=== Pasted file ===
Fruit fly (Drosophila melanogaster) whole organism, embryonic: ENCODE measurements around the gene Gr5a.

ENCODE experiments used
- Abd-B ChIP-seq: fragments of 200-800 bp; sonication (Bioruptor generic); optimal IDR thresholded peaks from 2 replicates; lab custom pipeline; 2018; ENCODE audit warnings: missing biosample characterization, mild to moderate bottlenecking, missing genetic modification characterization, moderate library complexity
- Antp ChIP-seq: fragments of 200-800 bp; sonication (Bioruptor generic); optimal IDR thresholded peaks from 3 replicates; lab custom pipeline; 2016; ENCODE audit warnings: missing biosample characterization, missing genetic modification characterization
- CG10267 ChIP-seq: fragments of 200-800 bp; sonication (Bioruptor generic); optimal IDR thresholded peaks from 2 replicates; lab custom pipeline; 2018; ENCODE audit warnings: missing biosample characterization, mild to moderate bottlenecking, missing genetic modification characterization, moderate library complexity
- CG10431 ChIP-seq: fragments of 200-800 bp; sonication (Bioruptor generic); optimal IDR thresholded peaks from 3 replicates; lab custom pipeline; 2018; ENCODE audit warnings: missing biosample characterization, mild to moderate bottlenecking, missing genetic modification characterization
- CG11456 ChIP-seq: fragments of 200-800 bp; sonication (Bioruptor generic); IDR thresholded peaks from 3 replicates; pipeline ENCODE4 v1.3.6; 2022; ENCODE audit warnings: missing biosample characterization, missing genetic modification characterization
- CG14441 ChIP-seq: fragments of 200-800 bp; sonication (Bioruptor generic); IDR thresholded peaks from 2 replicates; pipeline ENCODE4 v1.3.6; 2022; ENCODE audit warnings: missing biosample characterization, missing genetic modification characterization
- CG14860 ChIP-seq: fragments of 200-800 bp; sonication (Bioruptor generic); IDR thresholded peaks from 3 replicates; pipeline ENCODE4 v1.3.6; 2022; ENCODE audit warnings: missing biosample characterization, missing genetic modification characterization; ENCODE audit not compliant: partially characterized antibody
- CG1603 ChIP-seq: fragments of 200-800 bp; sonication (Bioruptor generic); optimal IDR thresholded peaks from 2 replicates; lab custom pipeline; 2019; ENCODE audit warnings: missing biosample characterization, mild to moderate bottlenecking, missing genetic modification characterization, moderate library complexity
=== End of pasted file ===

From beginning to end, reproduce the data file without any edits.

Fruit fly (Drosophila melanogaster) whole organism, embryonic: ENCODE measurements around the gene Gr5a.

ENCODE experiments used
- Abd-B ChIP-seq: fragments of 200-800 bp; sonication (Bioruptor generic); optimal IDR thresholded peaks from 2 replicates; lab custom pipeline; 2018; ENCODE audit warnings: missing biosample characterization, mild to moderate bottlenecking, missing genetic modification characterization, moderate library complexity
- Antp ChIP-seq: fragments of 200-800 bp; sonication (Bioruptor generic); optimal IDR thresholded peaks from 3 replicates; lab custom pipeline; 2016; ENCODE audit warnings: missing biosample characterization, missing genetic modification characterization
- CG10267 ChIP-seq: fragments of 200-800 bp; sonication (Bioruptor generic); optimal IDR thresholded peaks from 2 replicates; lab custom pipeline; 2018; ENCODE audit warnings: missing biosample characterization, mild to moderate bottlenecking, missing genetic modification characterization, moderate library complexity
- CG10431 ChIP-seq: fragments of 200-800 bp; sonication (Bioruptor generic); optimal IDR thresholded peaks from 3 replicates; lab custom pipeline; 2018; ENCODE audit warnings: missing biosample characterization, mild to moderate bottlenecking, missing genetic modification characterization
- CG11456 ChIP-seq: fragments of 200-800 bp; sonication (Bioruptor generic); IDR thresholded peaks from 3 replicates; pipeline ENCODE4 v1.3.6; 2022; ENCODE audit warnings: missing biosample characterization, missing genetic modification characterization
- CG14441 ChIP-seq: fragments of 200-800 bp; sonication (Bioruptor generic); IDR thresholded peaks from 2 replicates; pipeline ENCODE4 v1.3.6; 2022; ENCODE audit warnings: missing biosample characterization, missing genetic modification characterization
- CG14860 ChIP-seq: fragments of 200-800 bp; sonication (Bioruptor generic); IDR thresholded peaks from 3 replicates; pipeline ENCODE4 v1.3.6; 2022; ENCODE audit warnings: missing biosample characterization, missing genetic modification characterization; ENCODE audit not compliant: partially characterized antibody
- CG1603 ChIP-seq: fragments of 200-800 bp; sonication (Bioruptor generic); optimal IDR thresholded peaks from 2 replicates; lab custom pipeline; 2019; ENCODE audit warnings: missing biosample characterization, mild to moderate bottlenecking, missing genetic modification characterization, moderate library complexity